Monday, March 31, 2008

Put in my pocket my sevens & my elevens

For those of you who have ever been hung-over and spied that box of records through a bleary eye saying "I can't possibly dig through this junk right now", know that perseverance does indeed pay off. One such incident saw me elbow deep in disco duck-shit singles before producing what would prove to be one of my favorite sides of all time - Cile' Turner's 'Crap Shootin' Sinner.

Courtesy of the Rivermont Records website:

"Lucile ('Cile) Turner, a young singer from southern Virginia, became fascinated with African-American music while attending the New England Conservatory of Music in the mid-1910s There she attracted attention by singing African-American folk songs and spirituals she had learned as a child from workers on her parents' farm. By the 1920s, she was touring the Eastern United States giving programs of "Songs from the South," later hosting a popular weekly fifteen-minute radio program on NBC's coast-to-coast network. What began as a hobby for Turner evolved into a full-time profession for the next forty years as she traveled through the South collecting African-American songs and stories to present on radio, records, live performances, and later on her own syndicated television show. In December 1959, her rockabilly-flavored 45 "Crap Shootin' Sinner" and "The Golden Rule" made the Cash Box Top 100, and several others received special mention in Billboard Magazine."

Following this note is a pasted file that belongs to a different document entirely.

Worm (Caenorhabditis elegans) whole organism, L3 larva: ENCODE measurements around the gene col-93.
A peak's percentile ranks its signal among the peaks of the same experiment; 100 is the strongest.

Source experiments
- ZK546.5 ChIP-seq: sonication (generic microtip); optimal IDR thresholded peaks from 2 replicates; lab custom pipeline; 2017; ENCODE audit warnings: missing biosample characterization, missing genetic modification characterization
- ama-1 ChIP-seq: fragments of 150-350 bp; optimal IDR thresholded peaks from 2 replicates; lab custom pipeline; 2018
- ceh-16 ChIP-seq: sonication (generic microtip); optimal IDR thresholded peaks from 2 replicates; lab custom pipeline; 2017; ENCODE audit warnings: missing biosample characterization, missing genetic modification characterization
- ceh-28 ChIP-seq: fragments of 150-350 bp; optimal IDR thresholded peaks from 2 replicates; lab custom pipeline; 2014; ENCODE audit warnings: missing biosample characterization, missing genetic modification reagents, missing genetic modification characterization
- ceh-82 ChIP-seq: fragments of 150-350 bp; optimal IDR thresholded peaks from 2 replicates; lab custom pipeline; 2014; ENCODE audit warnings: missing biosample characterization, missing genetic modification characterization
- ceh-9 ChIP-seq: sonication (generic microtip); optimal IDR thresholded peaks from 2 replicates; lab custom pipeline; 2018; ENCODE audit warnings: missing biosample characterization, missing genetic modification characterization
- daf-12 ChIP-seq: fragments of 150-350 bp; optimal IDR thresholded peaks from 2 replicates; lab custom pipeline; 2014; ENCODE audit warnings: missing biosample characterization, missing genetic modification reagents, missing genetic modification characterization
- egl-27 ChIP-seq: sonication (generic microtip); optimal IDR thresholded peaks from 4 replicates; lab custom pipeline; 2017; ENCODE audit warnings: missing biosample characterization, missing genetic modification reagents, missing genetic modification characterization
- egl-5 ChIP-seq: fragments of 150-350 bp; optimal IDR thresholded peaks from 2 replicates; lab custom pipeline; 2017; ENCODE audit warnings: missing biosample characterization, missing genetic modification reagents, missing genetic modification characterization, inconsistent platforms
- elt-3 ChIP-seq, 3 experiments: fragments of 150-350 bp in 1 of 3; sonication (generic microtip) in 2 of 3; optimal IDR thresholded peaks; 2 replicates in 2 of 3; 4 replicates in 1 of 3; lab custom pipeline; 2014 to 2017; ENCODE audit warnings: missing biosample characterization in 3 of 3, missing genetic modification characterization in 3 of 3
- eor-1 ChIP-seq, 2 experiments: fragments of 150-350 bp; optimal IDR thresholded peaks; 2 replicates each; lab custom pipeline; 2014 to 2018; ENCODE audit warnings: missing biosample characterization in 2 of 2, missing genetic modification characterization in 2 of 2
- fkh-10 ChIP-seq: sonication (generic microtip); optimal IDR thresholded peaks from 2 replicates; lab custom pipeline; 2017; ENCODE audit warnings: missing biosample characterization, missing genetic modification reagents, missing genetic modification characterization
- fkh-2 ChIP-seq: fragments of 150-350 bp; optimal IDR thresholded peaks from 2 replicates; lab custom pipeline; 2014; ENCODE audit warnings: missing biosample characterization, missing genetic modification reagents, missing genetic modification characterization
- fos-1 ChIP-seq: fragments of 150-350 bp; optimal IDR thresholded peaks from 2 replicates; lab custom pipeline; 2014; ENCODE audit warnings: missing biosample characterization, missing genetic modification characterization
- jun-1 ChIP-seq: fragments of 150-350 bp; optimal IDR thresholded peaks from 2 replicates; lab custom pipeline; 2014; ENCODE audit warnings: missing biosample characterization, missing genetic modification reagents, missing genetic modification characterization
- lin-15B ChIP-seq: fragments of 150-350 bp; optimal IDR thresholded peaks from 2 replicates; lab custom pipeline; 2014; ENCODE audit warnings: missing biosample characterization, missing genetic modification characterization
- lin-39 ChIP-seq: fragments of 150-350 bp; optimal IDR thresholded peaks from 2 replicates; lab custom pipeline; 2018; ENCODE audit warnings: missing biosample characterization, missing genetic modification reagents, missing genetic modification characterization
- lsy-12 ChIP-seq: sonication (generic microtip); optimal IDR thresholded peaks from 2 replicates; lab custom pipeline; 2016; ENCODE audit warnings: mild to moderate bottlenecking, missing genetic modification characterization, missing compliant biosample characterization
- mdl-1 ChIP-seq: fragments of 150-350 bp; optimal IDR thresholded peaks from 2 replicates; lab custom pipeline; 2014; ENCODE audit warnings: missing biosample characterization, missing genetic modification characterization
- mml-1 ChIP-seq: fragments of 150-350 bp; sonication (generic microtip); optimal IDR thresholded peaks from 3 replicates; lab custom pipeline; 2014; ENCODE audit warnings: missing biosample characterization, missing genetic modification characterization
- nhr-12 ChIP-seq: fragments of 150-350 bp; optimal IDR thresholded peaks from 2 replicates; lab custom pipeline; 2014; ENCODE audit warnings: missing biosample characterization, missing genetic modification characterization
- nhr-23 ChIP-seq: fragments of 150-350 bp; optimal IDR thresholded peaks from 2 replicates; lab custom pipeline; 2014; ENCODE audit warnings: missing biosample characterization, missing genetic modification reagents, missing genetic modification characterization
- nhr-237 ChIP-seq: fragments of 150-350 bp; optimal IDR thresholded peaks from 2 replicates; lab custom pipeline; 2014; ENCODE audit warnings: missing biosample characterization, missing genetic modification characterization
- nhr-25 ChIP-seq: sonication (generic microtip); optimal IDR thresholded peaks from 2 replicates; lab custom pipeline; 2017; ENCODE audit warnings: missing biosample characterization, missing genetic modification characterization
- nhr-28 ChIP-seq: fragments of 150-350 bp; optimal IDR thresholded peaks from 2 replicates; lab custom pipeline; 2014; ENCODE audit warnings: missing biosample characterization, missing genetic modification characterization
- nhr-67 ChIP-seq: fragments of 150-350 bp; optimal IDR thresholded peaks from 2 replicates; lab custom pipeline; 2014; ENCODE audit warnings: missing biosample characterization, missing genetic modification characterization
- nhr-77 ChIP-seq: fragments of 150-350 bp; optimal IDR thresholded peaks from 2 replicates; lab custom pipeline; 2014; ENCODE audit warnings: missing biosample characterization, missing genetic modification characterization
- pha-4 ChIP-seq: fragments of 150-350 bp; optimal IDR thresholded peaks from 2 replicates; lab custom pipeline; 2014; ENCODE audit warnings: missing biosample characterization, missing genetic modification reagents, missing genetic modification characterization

"Be it wrong, be it right", this tune is total mid-tempo R & B goodness, so roll the dice on it junior.

Crap Shootin'Sinner - Cile' Turner

Sunday, March 30, 2008

Pepperbox - Nothin' to Sneeze at

No vinyl today as I've Just finished work on this little relic - Manhattan Pepperbox revolver in .31 caliber circa 1850. Based off of the Ethan Allen patent, this pistol has definitely seen some use over the 150 plus years its been bangin' around the country (at that age, who hasn't?), including some prodigious cap n' ball firing at what I can only assume to be a cheating grifter.

Ahhh, if only objects could talk...

Thursday, March 27, 2008

She's a Gumbo Cooker, Alligator Hooker...

One of the things I love about the Blues Project is that you can spin their Long-Plays a million times and come up w/ something new at each turn. The bands third and final album, 1968's 'Planned Obsolescence', being no exception, the track that gets me upon further review has to be their version of 'Mojo Hannah'.

Originally cut in 62' on Mowtown by Henry Lumpkin (Written by the fabulous Andre Williams), 'Mo Jo Hanna'(As is its original title) has been co-opted by many a headliner including Marvin Gaye, Esther Phillips, Larry Williams, and Aaron Neville to name a few. Probably the most lauded version in record circles though would be the Tammi Lynn version, as 'Mojo' lends itself well to the trappings of Soul.

Now, I have to admit that any song which traffics in Black Magic invariably "had me at hello".

While, not a huge fan of Lynns take, I can totally get behind the increasingly frantic pace that the 'Project' sets for their soul stab at 'Mojo'. Even down several of the integral members which made 'Projections' the fave that it is, 'Planned Obsolescence' manages to be a fitting swan-song for a tri-state area band that proved the states were just as progressive as the European shores when it came to improvisational music.

"She built up a strong reputation in the southern land. On Saturday night about twelve o'clock she Hoodoo's the Voodoo man"

Mojo Hannah - Blues Project

Soviet Ingenuity...

Truly the Swiss army knife of our generation...

"Evil Grows in Cracks and Holes"